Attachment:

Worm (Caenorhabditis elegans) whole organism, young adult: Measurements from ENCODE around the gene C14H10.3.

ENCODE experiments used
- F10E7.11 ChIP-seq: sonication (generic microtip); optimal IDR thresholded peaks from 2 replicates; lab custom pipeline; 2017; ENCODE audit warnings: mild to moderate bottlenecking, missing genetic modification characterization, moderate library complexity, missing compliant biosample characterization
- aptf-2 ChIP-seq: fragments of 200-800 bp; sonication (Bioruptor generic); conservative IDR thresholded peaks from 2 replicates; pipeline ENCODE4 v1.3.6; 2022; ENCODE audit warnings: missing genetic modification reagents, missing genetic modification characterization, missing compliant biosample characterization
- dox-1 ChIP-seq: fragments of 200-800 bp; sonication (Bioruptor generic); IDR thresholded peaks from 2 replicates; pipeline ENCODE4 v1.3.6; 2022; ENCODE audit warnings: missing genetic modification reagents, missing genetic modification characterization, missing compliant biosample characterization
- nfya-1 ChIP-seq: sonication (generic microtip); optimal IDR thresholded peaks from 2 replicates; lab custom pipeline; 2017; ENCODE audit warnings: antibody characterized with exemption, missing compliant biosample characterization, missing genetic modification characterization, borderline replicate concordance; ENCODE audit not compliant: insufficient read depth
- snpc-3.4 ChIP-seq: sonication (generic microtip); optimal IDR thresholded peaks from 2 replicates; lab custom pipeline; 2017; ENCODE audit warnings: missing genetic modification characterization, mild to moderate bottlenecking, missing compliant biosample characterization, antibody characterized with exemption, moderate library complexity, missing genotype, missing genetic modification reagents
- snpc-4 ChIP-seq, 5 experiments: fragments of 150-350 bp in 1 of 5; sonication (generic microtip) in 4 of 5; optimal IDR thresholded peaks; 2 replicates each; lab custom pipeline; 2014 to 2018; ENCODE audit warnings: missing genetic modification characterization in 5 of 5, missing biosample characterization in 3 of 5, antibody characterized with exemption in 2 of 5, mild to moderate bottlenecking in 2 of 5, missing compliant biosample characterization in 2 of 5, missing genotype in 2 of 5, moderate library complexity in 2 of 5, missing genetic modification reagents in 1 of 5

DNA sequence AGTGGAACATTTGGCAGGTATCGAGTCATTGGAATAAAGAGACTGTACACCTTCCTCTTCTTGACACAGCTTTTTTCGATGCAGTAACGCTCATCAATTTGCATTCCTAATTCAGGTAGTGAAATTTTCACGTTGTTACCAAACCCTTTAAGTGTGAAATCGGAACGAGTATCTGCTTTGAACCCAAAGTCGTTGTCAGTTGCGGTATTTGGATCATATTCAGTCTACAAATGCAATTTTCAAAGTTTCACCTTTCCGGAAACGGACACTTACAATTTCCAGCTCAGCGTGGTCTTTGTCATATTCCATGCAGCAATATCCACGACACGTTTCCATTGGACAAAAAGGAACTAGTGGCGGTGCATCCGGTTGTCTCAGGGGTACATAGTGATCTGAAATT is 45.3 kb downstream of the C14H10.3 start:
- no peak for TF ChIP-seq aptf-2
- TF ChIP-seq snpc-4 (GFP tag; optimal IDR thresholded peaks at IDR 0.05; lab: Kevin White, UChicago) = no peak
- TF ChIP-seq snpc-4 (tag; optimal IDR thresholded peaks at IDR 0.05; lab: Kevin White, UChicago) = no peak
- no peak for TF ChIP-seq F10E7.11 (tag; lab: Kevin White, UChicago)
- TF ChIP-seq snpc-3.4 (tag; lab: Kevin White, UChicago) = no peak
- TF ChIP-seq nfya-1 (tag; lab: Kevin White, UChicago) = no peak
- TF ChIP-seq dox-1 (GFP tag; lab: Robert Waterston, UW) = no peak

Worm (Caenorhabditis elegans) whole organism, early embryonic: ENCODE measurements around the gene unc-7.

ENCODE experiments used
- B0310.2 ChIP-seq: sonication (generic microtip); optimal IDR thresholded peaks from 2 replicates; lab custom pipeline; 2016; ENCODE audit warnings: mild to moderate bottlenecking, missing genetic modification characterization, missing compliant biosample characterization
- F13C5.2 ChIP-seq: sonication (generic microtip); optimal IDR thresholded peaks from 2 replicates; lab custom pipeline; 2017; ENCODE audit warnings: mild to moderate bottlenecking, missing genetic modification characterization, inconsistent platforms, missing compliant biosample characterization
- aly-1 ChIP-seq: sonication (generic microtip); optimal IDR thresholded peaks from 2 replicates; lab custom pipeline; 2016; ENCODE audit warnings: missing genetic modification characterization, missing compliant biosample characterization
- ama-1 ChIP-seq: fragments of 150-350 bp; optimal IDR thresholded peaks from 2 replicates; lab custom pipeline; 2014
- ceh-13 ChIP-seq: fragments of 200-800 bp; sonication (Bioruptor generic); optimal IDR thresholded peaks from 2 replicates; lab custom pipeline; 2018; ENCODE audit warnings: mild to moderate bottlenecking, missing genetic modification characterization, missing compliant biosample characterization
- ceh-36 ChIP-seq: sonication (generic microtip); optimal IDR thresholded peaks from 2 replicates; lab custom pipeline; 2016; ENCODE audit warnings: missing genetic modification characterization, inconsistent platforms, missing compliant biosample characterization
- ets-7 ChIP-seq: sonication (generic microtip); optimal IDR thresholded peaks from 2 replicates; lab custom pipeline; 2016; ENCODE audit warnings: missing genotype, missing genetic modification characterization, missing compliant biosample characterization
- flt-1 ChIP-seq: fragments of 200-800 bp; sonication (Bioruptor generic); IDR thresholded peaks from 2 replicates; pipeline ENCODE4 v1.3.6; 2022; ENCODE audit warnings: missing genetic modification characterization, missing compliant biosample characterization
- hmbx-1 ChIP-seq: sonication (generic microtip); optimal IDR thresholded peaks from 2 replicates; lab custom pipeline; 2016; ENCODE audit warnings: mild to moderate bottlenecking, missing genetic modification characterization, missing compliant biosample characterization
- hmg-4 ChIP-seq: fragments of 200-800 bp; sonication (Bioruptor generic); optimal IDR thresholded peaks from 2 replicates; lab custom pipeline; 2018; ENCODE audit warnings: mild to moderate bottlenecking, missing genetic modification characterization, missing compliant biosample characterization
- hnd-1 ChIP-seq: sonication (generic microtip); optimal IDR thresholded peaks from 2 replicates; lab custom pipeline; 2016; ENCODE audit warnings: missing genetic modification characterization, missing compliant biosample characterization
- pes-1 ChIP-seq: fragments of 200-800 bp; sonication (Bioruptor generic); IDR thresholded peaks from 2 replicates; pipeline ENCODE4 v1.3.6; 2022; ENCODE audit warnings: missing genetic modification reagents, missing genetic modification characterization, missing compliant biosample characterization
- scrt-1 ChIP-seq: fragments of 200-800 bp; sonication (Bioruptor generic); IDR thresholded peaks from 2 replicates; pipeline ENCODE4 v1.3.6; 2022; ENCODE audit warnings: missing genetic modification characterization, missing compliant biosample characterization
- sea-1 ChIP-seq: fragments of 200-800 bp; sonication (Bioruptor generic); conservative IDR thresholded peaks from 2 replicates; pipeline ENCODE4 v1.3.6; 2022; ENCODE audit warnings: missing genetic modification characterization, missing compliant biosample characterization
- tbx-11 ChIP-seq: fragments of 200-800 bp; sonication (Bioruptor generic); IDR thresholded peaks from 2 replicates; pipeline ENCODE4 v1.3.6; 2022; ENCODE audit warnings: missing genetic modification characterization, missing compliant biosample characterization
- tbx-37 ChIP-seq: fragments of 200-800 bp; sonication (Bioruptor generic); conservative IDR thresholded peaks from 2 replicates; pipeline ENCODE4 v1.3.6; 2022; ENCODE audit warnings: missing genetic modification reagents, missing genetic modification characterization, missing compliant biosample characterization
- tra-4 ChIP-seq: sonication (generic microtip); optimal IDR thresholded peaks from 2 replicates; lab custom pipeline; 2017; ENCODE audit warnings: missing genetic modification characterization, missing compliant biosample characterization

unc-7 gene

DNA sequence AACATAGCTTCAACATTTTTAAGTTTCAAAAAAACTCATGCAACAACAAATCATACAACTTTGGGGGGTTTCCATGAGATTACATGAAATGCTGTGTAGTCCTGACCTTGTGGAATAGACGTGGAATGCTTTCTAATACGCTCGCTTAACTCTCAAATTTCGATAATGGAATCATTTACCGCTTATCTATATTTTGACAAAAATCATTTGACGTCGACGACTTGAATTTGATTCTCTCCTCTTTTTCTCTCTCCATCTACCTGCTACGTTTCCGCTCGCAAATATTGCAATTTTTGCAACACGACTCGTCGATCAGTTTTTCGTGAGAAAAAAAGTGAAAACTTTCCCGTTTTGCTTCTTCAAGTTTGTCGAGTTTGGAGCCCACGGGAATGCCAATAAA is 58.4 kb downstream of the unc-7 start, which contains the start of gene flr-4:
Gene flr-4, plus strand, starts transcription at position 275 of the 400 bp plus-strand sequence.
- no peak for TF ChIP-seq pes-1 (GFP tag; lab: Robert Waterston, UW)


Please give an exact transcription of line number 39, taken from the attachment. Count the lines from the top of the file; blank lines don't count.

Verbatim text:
- no peak for TF ChIP-seq pes-1 (GFP tag; lab: Robert Waterston, UW)